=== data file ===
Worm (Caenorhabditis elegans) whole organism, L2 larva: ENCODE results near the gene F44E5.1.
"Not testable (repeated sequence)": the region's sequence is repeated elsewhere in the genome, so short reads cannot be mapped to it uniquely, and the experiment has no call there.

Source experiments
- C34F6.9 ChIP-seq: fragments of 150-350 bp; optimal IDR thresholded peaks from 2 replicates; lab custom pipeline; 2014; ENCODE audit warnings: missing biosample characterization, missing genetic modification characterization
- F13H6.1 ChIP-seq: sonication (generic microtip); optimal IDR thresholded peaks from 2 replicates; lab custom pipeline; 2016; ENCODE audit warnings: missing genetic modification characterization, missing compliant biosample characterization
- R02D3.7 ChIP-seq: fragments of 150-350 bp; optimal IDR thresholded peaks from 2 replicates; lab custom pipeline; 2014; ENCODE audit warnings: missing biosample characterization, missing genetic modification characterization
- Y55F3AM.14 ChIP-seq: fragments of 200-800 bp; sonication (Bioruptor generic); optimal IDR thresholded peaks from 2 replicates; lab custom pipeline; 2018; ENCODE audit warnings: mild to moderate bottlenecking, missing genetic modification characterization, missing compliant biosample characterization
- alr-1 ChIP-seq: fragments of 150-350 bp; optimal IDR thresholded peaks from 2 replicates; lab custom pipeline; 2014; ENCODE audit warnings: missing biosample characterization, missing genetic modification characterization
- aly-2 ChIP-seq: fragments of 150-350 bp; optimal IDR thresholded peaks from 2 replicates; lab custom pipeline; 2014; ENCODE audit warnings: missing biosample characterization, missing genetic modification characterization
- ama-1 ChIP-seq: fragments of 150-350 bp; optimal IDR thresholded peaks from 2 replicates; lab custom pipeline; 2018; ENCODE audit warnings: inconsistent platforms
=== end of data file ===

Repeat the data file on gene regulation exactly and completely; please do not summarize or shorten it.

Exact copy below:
Worm (Caenorhabditis elegans) whole organism, L2 larva: ENCODE results near the gene F44E5.1.
"Not testable (repeated sequence)": the region's sequence is repeated elsewhere in the genome, so short reads cannot be mapped to it uniquely, and the experiment has no call there.

Source experiments
- C34F6.9 ChIP-seq: fragments of 150-350 bp; optimal IDR thresholded peaks from 2 replicates; lab custom pipeline; 2014; ENCODE audit warnings: missing biosample characterization, missing genetic modification characterization
- F13H6.1 ChIP-seq: sonication (generic microtip); optimal IDR thresholded peaks from 2 replicates; lab custom pipeline; 2016; ENCODE audit warnings: missing genetic modification characterization, missing compliant biosample characterization
- R02D3.7 ChIP-seq: fragments of 150-350 bp; optimal IDR thresholded peaks from 2 replicates; lab custom pipeline; 2014; ENCODE audit warnings: missing biosample characterization, missing genetic modification characterization
- Y55F3AM.14 ChIP-seq: fragments of 200-800 bp; sonication (Bioruptor generic); optimal IDR thresholded peaks from 2 replicates; lab custom pipeline; 2018; ENCODE audit warnings: mild to moderate bottlenecking, missing genetic modification characterization, missing compliant biosample characterization
- alr-1 ChIP-seq: fragments of 150-350 bp; optimal IDR thresholded peaks from 2 replicates; lab custom pipeline; 2014; ENCODE audit warnings: missing biosample characterization, missing genetic modification characterization
- aly-2 ChIP-seq: fragments of 150-350 bp; optimal IDR thresholded peaks from 2 replicates; lab custom pipeline; 2014; ENCODE audit warnings: missing biosample characterization, missing genetic modification characterization
- ama-1 ChIP-seq: fragments of 150-350 bp; optimal IDR thresholded peaks from 2 replicates; lab custom pipeline; 2018; ENCODE audit warnings: inconsistent platforms